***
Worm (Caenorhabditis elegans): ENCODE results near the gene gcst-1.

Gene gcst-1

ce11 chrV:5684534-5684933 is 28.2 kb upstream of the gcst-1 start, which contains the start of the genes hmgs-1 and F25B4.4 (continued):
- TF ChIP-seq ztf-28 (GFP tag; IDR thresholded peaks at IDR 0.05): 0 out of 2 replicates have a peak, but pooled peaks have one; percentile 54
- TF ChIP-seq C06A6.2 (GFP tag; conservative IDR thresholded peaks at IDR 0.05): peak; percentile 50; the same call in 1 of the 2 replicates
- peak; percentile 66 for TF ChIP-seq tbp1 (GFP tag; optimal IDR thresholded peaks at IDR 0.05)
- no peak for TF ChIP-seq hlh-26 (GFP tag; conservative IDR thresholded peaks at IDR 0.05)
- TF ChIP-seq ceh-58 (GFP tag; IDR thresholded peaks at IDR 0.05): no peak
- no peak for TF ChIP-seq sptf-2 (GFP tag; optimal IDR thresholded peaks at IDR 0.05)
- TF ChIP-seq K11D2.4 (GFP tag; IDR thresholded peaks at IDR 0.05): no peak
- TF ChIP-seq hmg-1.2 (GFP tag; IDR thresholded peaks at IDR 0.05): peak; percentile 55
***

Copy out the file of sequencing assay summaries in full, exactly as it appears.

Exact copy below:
Worm (Caenorhabditis elegans): ENCODE results near the gene gcst-1.

Gene gcst-1

ce11 chrV:5684534-5684933 is 28.2 kb upstream of the gcst-1 start, which contains the start of the genes hmgs-1 and F25B4.4 (continued):
- TF ChIP-seq ztf-28 (GFP tag; IDR thresholded peaks at IDR 0.05): 0 out of 2 replicates have a peak, but pooled peaks have one; percentile 54
- TF ChIP-seq C06A6.2 (GFP tag; conservative IDR thresholded peaks at IDR 0.05): peak; percentile 50; the same call in 1 of the 2 replicates
- peak; percentile 66 for TF ChIP-seq tbp1 (GFP tag; optimal IDR thresholded peaks at IDR 0.05)
- no peak for TF ChIP-seq hlh-26 (GFP tag; conservative IDR thresholded peaks at IDR 0.05)
- TF ChIP-seq ceh-58 (GFP tag; IDR thresholded peaks at IDR 0.05): no peak
- no peak for TF ChIP-seq sptf-2 (GFP tag; optimal IDR thresholded peaks at IDR 0.05)
- TF ChIP-seq K11D2.4 (GFP tag; IDR thresholded peaks at IDR 0.05): no peak
- TF ChIP-seq hmg-1.2 (GFP tag; IDR thresholded peaks at IDR 0.05): peak; percentile 55